However, the report has been challenged. New Zealand economist Dr George Barker was recently commissioned to prepare a report for Recorded Music New Zealand. In that report, Dr Barker says that the numbers used in the Ergas report are incorrect, and that the report contains significant mathematical errors. In particular, Dr Barker argues that a term extension will encourage or incentivise investment in new works, and that the increase in revenues generated by term extension will be used to finance new works. Dr Barker and Recorded Music New Zealand therefore conclude that there is likely a net benefit of term extension to the New Zealand economy.
The Ergas estimated cost of NZ$55 million per year has also been compared to the Australian estimated cost of AU$88 million per year (approximately NZ$95 million). On a per capita basis, the New Zealand estimate is roughly three times that of the Australian estimate..
Another practical factor not often considered in the “extension of term” debate is that many New Zealand creators and publishers are already familiar with the “life plus 70 years” standard. Given the global nature of digital publication, it is already safer and easier to apply the longer copyright term.
For example, when an existing copyright work is re-used, most creators will ensure that they either obtain a license to re-use the work, or do not use the work at all, until the longer copyright term of “life plus 70 years” has expired. If creators adopt the shorter copyright term of “life plus 50 years”, they must be satisfied with only publishing the re-used work locally, or otherwise risk infringing copyright in other territories applying the longer copyright term.
Impact for New Zealand businesses
It may be unclear what economic impact (if any) the extension of copyright term will have in New Zealand. However, to ensure businesses best leverage their own copyright works, and avoid infringement of others’ copyright, it is important that businesses are aware of the new term, together with any transitional periods for how and when that extension of term applies.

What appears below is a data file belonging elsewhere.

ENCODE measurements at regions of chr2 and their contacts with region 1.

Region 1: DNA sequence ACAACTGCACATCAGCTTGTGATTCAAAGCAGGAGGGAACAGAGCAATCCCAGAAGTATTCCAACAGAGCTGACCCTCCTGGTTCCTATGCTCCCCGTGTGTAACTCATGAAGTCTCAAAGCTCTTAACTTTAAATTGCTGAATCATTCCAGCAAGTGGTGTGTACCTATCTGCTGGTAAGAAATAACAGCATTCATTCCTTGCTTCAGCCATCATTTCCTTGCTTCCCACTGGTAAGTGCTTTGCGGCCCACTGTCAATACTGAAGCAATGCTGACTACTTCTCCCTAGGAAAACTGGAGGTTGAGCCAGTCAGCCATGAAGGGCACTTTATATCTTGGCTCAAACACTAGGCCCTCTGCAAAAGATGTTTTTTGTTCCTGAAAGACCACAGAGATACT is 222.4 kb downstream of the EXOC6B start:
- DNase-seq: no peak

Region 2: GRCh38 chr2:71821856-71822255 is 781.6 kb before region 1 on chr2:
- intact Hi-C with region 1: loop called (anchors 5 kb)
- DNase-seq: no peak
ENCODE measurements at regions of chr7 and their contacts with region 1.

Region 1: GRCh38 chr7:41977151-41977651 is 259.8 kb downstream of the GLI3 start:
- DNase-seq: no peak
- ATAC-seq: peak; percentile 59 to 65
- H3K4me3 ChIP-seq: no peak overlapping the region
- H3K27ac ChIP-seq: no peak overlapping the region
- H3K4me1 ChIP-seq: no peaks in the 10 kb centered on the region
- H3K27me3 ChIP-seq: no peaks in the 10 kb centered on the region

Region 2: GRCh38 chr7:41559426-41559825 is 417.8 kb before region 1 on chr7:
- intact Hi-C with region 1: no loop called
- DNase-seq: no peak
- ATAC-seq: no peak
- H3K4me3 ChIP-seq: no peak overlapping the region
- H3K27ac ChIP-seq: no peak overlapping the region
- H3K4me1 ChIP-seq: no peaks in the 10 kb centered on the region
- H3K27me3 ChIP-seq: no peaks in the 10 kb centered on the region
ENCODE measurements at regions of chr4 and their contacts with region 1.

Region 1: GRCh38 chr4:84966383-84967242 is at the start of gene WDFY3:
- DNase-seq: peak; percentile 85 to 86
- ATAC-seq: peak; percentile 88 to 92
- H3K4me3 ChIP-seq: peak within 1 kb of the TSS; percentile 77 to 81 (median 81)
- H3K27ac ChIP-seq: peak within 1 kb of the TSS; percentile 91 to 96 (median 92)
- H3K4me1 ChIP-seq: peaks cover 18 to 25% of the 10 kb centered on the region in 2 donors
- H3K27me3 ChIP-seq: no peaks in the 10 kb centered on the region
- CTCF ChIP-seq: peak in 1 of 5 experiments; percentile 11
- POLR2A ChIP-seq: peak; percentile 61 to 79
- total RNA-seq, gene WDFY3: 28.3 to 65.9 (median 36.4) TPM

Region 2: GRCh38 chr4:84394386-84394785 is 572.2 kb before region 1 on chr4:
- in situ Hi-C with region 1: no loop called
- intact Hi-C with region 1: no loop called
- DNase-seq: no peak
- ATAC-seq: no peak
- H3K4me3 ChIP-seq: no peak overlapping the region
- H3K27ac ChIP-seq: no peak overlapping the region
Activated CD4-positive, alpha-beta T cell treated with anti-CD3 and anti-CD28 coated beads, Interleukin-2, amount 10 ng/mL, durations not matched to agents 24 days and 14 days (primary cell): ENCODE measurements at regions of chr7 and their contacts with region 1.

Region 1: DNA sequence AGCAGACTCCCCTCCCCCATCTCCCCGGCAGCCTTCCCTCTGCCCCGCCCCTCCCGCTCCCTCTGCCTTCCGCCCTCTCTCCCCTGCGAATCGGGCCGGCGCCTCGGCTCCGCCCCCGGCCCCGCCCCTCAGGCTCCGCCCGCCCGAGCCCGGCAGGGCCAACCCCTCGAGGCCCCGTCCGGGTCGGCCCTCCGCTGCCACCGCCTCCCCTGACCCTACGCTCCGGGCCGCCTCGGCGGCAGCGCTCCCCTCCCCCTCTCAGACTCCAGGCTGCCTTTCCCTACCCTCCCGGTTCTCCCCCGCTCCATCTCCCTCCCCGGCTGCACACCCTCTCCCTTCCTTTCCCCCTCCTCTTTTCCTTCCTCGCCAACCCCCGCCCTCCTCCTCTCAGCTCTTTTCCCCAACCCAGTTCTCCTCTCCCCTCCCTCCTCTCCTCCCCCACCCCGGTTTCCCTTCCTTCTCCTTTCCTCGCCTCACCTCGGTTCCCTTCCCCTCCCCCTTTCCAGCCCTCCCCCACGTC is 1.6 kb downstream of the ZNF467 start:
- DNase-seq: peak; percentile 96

THE TRANS-PACIFIC PARTNERSHIP AGREEMENT (‘TPPA’) AMENDMENT BILL
The TPPA is a free trade agreement reached between 12 countries in the Pacific: New Zealand, Australia, Brunei Darussalam, Canada, Chile, Japan, Malaysia, Mexico, Peru, Singapore, the United States and Vietnam.
It is one of the most ambitious free trade agreements, aiming to harmonise and liberalise trade and investment, thereby bringing future economic growth for the countries involved. Trade Minister Todd McLay has said that the TPPA will, “support New Zealand’s global connectedness, maximise opportunities for exporters, and in turn grow the prosperity of the economy for the benefit of New Zealanders”.
Following the first reading in Parliament, the TPPA Amendment Bill has now been referred to the Foreign Affairs, Defence and Trade Committee for its review. The Committee will hear submissions from the public and report back to Parliament in November 2016.
From here, the bill goes into a second reading, a further committee, and then a third reading before it goes to the Governor-General for Royal Assent. Omnibus bills such as this one, where various bills are consolidated into one piece of legislation, are often split up during the committee stages into several bills which would each require a separate parliamentary vote. A general timeline of the legislative process can be found here.
Further afield, support for ratification of the TPPA has stalled in the US, threatening the viability of the agreement as a whole. The TPPA provisions cannot enter into force unless at least the US and Japan ratify the agreement. It is thought that a ratification vote may be sought in the US in the “lame duck” period after the US election in November and before the new President is appointed to office.